Sexual and domestic violence prevention programs that engage men as anti-violence allies are increasingly globally prevalent. Mirroring other “ally”-building efforts, men's anti-violence movements typically aim to educate men about violence, to critically analyze connections between notions of “masculinity” and aggressive behavior, and to build young men's skills related to interrupting disrespectful conduct among peers. Although increasingly popular, little is known about the strategies that best serve to engage and sustain men's participation in anti-violence groups or about the factors that support men in enacting ally behaviors. The purpose of this study was to investigate these gaps through interviews with men who became involved in anti-violence ally groups or organizations within the past two years, and who can therefore speak to the recent factors that prompted their initial involvement and their on-going engagement with the work or mission of a men's anti-violence organization. In particular, aims of this research are to identify processes through which men initially join men's anti-violence groups or events, describe factors associated with longer-term involvement in anti-violence work, to identify factors associated with the sustainability of men's organizing efforts and to describe men's experiences as they attempt to integrate ally behavior into their lives.
Participants were recruited through relevant anti-violence and men's organizing listserves, through flyers posted at anti-violence organizations and groups, and via word of mouth. Interested participants initiated contact with the researchers, resulting in a sample of 27 men. Respondents ranged in age from 20 to 72, and resided across the U.S. Length of involvement in anti-violence work ranged from one week to just over two years; 26 participants were Caucasian and one was Latino. Semi-structured interviews were conducted in person or over the phone. Resulting transcripts were analyzed using grounded theory.
Participants described engagement in anti-violence groups as a process with different and multiple contributing factors over time. Common themes among these factors included personalizing the issue of violence, feeling increasingly personally responsible for or “charged” with addressing violence, and having role models or mentors. Sustainability of anti-violence efforts was supported by meaningful contact with victims of violence or victim-service organizations, by leadership or skill-building opportunities and by significant relationships with mentors. Finally, although men in this sample had significant training and exposure to the issue of violence, they described continued difficulty with and barriers to enacting ally behavior in their daily lives.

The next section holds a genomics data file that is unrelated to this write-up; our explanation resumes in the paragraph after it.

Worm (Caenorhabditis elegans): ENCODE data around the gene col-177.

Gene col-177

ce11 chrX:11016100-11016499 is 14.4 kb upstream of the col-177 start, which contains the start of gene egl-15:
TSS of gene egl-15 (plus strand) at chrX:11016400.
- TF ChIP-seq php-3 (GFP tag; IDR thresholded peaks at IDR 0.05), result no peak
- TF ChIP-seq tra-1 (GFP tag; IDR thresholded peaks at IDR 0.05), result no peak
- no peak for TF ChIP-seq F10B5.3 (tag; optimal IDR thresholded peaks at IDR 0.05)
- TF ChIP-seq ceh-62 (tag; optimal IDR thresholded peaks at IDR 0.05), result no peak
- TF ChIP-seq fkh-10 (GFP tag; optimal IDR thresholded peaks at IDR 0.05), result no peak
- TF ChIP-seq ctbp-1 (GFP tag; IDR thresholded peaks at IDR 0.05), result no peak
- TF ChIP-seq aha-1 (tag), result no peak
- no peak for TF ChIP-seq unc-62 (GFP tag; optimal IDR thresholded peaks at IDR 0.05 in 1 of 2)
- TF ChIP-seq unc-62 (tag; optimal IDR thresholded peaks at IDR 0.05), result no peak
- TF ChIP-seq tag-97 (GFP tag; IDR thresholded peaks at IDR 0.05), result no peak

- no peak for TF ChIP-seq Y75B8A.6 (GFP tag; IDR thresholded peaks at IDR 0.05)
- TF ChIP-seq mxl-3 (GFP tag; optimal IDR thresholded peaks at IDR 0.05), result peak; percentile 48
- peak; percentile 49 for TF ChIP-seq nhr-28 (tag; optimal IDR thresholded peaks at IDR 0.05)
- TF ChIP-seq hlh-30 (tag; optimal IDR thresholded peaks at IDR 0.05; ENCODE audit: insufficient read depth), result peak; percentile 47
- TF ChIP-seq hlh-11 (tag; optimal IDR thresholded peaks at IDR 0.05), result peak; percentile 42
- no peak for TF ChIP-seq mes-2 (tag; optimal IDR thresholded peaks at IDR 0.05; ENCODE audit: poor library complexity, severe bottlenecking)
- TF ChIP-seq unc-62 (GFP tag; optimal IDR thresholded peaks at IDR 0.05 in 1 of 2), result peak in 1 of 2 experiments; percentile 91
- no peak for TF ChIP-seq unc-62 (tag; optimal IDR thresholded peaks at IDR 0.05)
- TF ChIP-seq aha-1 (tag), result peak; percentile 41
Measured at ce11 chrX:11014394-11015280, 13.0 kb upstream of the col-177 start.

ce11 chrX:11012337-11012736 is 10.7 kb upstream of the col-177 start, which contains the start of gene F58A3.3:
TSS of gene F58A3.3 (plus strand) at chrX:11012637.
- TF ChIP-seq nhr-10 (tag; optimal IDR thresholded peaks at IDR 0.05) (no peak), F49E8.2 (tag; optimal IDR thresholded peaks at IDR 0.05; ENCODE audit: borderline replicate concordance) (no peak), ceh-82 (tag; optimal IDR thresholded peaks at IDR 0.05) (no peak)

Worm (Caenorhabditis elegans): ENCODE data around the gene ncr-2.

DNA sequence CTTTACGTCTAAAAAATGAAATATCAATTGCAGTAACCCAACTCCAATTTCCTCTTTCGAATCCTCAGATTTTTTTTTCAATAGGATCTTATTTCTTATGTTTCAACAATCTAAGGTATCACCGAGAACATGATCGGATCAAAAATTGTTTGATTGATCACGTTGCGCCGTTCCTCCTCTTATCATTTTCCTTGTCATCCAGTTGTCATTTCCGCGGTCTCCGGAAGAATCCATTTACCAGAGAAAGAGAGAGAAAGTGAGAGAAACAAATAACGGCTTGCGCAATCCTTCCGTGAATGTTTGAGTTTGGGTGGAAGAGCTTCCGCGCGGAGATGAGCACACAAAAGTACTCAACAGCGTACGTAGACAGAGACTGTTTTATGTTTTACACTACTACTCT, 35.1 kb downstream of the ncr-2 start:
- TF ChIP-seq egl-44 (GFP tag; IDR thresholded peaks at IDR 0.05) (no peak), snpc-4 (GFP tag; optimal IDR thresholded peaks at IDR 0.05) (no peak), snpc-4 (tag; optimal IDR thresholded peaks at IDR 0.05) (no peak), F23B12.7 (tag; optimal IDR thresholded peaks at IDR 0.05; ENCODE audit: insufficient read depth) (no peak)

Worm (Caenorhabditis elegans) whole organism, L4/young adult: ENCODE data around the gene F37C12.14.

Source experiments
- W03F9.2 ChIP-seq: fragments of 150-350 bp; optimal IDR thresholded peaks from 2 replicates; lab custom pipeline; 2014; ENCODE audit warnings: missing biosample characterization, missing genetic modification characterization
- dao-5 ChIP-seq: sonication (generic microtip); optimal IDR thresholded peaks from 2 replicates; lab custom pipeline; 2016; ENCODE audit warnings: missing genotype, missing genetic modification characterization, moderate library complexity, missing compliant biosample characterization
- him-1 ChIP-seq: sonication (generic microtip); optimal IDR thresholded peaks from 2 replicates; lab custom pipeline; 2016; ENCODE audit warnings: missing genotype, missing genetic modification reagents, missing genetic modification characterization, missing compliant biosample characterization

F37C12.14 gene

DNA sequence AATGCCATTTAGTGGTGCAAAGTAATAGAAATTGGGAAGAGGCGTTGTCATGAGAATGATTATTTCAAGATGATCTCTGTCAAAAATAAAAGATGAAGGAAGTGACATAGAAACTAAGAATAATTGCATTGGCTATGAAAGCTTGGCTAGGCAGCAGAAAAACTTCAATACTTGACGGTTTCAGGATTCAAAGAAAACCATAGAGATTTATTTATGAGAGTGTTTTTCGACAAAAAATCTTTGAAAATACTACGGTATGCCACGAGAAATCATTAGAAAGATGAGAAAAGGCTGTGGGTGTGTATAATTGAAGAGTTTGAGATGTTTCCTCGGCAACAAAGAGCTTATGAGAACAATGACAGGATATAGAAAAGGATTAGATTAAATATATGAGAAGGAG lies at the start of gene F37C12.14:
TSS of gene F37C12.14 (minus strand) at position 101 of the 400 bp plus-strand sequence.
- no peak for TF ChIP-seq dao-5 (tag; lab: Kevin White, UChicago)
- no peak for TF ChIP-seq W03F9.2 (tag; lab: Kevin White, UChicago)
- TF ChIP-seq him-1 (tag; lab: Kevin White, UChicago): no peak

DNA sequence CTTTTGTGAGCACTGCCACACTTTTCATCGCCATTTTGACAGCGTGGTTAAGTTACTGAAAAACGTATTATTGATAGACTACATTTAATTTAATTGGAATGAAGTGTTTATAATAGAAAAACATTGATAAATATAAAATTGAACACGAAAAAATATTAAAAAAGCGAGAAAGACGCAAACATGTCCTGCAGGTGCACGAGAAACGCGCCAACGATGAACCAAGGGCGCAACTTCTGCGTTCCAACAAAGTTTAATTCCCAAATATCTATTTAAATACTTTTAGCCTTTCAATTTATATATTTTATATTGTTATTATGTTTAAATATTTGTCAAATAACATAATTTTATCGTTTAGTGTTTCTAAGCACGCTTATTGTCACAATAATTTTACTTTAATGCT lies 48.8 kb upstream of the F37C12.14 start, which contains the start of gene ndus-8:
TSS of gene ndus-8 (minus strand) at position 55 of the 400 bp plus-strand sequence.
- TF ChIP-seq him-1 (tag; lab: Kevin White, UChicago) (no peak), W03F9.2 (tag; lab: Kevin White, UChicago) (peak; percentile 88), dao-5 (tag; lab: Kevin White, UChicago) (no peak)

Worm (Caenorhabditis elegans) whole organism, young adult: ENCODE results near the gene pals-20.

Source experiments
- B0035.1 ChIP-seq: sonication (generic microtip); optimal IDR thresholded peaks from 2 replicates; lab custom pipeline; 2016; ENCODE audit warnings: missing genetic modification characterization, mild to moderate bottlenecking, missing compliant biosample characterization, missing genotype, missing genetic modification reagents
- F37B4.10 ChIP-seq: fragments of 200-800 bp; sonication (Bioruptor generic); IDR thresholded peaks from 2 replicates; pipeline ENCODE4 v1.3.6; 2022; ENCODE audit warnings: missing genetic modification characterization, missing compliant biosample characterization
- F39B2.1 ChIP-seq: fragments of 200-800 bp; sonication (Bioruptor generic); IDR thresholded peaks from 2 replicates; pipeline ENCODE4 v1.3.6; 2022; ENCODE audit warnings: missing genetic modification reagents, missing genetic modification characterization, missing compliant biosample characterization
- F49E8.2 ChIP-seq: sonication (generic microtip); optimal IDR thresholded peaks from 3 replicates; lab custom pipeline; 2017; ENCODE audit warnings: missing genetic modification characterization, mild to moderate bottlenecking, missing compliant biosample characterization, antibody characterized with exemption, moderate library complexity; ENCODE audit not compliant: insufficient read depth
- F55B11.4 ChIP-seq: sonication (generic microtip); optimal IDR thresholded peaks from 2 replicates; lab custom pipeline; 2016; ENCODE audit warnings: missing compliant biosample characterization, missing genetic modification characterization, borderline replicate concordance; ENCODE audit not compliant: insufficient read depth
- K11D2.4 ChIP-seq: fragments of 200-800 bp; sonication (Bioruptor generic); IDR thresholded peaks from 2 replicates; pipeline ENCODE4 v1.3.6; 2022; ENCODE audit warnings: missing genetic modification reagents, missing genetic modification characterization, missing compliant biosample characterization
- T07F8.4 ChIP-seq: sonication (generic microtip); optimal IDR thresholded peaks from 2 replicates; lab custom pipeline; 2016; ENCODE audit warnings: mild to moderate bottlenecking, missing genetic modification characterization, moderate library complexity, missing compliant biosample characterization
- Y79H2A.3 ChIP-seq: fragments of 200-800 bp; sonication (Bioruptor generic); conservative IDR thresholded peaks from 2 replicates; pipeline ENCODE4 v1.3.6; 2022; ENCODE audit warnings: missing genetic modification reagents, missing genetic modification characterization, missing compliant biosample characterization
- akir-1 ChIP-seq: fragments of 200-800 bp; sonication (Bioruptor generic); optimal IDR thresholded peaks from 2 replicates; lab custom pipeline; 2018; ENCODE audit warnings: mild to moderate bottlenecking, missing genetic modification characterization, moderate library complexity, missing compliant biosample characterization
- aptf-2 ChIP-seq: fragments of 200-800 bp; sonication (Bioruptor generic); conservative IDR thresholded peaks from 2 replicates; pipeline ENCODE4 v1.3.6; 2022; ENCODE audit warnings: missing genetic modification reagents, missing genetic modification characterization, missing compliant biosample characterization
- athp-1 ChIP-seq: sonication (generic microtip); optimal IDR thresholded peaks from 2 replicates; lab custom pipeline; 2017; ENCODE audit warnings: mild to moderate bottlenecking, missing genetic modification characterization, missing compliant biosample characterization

Conclusions and Implications:
Processes through which men became involved with and committed to anti-violence efforts mirror theoretical perspectives on stages of change. Viewing ally-building as a process in which individuals occupy unique “statuses” over time suggests that ally engagement strategies need to be tailored to individuals' levels of awareness and skills relative to anti-violence work. Results also highlight the multiple “real-life” barriers to enacting ally behavior, suggesting the need for further theoretical and interventive development of skill-building for allies. These findings will be discussed both in relation to the specific issue of organizing men against violence, and to ally-building efforts more generally.